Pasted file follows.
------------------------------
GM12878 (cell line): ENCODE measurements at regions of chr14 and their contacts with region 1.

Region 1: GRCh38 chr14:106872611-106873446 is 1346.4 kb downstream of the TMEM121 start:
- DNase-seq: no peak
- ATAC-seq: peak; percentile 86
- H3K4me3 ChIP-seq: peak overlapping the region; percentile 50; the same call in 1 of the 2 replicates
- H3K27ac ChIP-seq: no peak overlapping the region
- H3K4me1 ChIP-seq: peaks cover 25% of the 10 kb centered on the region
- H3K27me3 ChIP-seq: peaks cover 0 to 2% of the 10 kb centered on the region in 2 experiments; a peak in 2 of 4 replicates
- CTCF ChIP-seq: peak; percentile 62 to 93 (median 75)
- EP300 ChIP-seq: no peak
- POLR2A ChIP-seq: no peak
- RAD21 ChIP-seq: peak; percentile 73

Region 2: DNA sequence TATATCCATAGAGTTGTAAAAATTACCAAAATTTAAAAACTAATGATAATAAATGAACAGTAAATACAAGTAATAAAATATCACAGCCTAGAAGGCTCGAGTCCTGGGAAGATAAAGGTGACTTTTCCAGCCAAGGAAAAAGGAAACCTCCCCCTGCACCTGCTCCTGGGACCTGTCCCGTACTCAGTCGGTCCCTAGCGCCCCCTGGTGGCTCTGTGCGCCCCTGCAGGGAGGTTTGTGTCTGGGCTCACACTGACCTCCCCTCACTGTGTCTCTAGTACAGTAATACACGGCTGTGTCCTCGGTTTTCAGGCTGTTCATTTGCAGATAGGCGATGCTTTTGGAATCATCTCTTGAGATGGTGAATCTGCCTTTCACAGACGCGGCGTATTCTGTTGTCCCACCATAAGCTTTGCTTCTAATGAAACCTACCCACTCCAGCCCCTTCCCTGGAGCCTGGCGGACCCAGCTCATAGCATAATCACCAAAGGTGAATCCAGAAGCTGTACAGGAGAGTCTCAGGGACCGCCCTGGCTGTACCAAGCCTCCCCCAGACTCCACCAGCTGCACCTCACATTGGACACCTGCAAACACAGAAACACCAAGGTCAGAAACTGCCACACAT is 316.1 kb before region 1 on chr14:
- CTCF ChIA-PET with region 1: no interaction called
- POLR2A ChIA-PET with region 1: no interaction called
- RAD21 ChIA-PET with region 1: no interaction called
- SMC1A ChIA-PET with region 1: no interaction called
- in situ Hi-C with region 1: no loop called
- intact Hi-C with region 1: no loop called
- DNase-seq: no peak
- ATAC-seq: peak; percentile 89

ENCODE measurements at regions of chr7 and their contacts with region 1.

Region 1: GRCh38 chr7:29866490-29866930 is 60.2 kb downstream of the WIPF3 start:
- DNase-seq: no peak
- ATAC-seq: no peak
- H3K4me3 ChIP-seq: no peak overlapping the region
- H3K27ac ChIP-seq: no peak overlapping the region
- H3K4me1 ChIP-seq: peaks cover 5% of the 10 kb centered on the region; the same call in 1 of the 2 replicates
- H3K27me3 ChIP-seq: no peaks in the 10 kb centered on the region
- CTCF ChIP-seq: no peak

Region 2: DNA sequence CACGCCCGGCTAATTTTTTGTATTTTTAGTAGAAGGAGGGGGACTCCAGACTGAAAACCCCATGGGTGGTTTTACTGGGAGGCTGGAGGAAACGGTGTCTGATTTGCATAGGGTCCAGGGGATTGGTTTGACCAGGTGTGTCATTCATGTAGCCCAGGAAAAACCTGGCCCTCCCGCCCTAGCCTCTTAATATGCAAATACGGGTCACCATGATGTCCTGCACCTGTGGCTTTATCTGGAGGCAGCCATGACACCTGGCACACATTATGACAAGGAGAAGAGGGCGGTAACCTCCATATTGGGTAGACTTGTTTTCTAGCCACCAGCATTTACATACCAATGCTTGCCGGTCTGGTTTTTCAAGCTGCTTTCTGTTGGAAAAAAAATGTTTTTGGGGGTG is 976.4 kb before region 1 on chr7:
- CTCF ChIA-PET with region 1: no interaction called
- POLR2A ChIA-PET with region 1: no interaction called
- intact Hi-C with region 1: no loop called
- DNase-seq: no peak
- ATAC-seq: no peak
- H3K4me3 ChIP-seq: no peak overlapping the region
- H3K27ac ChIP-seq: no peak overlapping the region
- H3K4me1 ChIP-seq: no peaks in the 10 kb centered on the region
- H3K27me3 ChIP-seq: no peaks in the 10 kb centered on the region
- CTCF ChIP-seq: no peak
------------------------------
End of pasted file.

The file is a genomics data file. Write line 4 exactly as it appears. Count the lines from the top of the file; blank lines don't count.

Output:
- ATAC-seq: peak; percentile 86